Driving Miss Critchfield
Reporter Hannah Critchfield and her grandmother Carolyn celebrating their birthdays — they’re exactly 60 years apart in age.
The summer before Hannah Critchfield left for college in Chicago, she was preparing to say goodbye…to driving and to Meijer supermarkets. And also, to someone very special.
My grandma and I were the same age. At least according to her.
Stage 2 of Alzheimer’s looks different for everyone, and for Grandma Carolyn, it almost seemed like she was moving backwards. She talked about wanting to call her husband — dead for ten years.
And then all the boys, boys, boys, she was meeting in college —
I was her driver that summer, taking my grandmother out once a day — for lunch, for grocery shopping, for walks around the windowless mall. It was my way of saying goodbye to a woman I knew would be less and less like herself each time I returned to visit.
It was jarring to see how much Carolyn was changing.
My grandmother was a brilliant and hard woman. She worked in state politics and brought electronic voting to Charleston. She met four presidents. But this grandmother, the one in my car? She hugs, and she cooes at babies.
New Carolyn and I drive, talking a little, and listening to Simon and Garfunkel’s Greatest Hits
— I far prefer it to her other choices, Ultimate Country Party 1 and 2.
I watch her watch the flat cornland pass, and wonder if she remembers anything about the green mountains of West Virginia.
if she thought it greedy to see so much sky in one frame.
The drives are mostly awkward, and unspectacular. Not the “Driving Miss Daisy” parallel I’d created in my head. We run through the usual chit chat, then I ask if she needs anything at the store before we go home. One day she answers, “Yes.” She sounds like the old Carolyn.
It was like I’d asked if she wanted a stiff drink, or enjoyed the last David McCullough biography.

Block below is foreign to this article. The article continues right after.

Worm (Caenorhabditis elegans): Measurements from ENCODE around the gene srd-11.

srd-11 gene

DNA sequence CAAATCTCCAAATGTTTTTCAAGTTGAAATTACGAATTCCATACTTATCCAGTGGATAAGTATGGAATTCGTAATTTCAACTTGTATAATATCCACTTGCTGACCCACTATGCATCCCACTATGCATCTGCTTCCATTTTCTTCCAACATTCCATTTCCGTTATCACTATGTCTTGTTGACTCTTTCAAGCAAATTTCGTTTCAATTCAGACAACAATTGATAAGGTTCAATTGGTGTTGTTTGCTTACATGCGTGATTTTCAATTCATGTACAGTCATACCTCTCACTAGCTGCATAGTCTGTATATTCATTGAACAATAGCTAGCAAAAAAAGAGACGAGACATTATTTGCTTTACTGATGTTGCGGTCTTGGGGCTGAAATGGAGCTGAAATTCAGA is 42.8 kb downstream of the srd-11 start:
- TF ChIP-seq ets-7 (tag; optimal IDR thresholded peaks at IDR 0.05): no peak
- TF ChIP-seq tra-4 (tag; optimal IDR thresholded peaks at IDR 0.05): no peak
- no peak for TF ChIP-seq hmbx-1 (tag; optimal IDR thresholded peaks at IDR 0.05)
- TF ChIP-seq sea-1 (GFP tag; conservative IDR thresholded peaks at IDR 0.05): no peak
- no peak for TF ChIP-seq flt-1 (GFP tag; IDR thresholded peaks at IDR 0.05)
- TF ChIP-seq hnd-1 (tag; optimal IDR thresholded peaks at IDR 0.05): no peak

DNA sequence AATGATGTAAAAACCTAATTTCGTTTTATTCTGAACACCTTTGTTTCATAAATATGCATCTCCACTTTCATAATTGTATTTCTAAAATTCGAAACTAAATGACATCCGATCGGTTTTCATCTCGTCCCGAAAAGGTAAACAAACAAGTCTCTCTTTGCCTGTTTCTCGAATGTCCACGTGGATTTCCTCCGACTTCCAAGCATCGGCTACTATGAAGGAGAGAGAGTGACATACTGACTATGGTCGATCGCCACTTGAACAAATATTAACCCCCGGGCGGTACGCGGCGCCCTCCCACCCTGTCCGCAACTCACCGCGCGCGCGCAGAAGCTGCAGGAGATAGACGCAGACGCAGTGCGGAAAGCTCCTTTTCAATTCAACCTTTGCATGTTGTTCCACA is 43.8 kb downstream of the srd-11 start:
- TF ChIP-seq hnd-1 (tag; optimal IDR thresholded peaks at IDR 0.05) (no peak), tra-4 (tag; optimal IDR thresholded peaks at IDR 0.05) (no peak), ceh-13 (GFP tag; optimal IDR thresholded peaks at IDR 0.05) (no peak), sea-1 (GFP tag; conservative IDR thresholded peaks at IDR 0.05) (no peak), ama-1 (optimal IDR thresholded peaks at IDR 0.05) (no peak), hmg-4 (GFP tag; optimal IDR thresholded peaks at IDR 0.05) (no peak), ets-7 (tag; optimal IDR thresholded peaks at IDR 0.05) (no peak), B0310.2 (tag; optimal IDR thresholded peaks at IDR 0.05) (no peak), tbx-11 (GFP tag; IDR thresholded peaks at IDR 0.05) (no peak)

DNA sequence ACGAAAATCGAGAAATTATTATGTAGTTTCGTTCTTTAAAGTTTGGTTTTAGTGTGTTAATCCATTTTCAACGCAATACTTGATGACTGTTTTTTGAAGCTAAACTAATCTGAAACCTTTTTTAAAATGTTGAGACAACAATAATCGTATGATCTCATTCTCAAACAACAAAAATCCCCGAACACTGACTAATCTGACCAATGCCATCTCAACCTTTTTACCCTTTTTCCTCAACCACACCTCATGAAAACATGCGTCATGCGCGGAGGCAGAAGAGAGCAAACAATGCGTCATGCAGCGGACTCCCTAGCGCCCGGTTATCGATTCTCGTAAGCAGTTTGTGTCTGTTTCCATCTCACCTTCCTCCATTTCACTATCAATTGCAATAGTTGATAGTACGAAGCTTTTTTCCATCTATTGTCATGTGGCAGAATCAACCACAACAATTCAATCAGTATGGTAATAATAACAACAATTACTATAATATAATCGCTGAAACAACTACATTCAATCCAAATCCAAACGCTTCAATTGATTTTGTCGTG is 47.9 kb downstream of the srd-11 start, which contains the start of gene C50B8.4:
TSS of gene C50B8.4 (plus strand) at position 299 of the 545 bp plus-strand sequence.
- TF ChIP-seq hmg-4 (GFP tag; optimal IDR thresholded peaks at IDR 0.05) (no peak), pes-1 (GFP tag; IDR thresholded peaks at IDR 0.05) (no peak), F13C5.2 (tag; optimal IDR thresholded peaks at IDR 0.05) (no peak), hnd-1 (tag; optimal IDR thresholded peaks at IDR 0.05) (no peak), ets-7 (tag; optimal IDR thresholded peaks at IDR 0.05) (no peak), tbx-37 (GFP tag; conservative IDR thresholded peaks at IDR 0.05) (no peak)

“Well okay then,” I say. “What do you want to buy?”
She furrows her birdlike brows.
“It…it plugs your pores.”
“No…no…that’s not it.”
As I drive to Meijer’s grocery store, I try to decipher what my grandmother means. When we get to the hygiene aisle, she exclaims, “Oh, I know! Antiperspirant!”
“Carolyn, what’s the difference between deodorant and antiperspirant?”
“Antiperspirant doesn’t have a smell,” she says. “That way when the boys are feeling you up, they don’t come home smelling like you to their mothers –”
She leans in —
“or their girlfriends.”
History did a backbend that summer, without asking my grandmother’s permission. It also gave me some of her secrets.
She was the grandma who bought me books, not toys or clothes, every time she came to visit. The grandma who had a patent to her name for inventing a new type of plastic.
But she was also the grandmother who had made out with other people’s boyfriends.
The year Carolyn died, my college boyfriend cheated on me with one of my good friends. And I thought,
was this my fault?
I’d laughed when my grandma had told her story. Was this some kind of Stanley-Yelnats-esque karma?
But then I remembered how that moment had felt. I saw how a situation that was likely not funny for those involved at the time could become a gift decades later — a break in the granddaughter-grandmother code that was so outlandish you had to laugh, rather than cry.
Sometimes the only difference between everything being beautiful and everything hurting is time. And I like to think both old and new Carolyn would drink to that.